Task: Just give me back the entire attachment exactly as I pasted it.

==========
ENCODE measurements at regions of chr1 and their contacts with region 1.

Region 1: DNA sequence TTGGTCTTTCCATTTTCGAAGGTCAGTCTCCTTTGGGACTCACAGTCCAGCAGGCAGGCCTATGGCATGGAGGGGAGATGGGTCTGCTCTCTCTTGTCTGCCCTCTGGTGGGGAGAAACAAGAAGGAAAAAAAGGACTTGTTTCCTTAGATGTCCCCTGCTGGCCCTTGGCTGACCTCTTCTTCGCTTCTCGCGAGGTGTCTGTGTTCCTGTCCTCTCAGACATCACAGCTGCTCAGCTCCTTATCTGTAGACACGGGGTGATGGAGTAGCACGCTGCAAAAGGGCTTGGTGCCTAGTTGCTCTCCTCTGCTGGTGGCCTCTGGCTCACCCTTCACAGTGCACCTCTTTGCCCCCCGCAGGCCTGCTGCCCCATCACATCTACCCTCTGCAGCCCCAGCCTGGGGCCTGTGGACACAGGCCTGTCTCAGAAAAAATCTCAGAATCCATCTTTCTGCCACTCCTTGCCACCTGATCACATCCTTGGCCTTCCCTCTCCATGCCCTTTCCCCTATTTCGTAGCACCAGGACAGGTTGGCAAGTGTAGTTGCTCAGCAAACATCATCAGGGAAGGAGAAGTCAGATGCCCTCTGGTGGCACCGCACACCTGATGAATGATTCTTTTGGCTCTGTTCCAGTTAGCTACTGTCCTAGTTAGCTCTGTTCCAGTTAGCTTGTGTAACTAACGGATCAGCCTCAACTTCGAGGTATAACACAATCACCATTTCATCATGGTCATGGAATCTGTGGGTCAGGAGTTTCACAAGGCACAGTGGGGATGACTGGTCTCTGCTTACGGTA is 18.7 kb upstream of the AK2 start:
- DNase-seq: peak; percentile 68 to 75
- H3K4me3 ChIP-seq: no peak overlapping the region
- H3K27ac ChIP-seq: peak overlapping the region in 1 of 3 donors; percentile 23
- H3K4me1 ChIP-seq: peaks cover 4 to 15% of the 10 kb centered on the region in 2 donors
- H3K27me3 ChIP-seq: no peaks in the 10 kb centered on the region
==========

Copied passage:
ENCODE measurements at regions of chr1 and their contacts with region 1.

Region 1: DNA sequence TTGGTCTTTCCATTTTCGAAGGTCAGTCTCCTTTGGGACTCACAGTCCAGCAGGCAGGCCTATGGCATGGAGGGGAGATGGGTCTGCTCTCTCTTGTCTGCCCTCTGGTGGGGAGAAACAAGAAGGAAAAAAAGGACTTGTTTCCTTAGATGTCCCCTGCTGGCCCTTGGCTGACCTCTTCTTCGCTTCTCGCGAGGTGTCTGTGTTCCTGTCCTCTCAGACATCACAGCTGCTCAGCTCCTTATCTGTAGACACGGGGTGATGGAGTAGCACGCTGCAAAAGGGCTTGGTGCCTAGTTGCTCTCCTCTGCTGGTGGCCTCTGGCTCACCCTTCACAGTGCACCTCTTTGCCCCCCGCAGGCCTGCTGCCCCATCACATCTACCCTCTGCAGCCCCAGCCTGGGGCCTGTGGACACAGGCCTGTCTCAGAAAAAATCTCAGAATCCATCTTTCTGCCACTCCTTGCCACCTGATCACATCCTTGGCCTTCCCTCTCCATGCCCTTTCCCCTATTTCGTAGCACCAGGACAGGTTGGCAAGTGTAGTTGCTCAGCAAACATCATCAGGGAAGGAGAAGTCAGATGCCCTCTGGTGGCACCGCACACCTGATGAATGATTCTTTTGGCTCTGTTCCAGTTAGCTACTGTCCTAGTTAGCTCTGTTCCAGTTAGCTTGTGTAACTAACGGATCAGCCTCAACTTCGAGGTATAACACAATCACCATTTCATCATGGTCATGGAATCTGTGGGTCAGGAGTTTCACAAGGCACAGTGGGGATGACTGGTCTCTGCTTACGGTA is 18.7 kb upstream of the AK2 start:
- DNase-seq: peak; percentile 68 to 75
- H3K4me3 ChIP-seq: no peak overlapping the region
- H3K27ac ChIP-seq: peak overlapping the region in 1 of 3 donors; percentile 23
- H3K4me1 ChIP-seq: peaks cover 4 to 15% of the 10 kb centered on the region in 2 donors
- H3K27me3 ChIP-seq: no peaks in the 10 kb centered on the region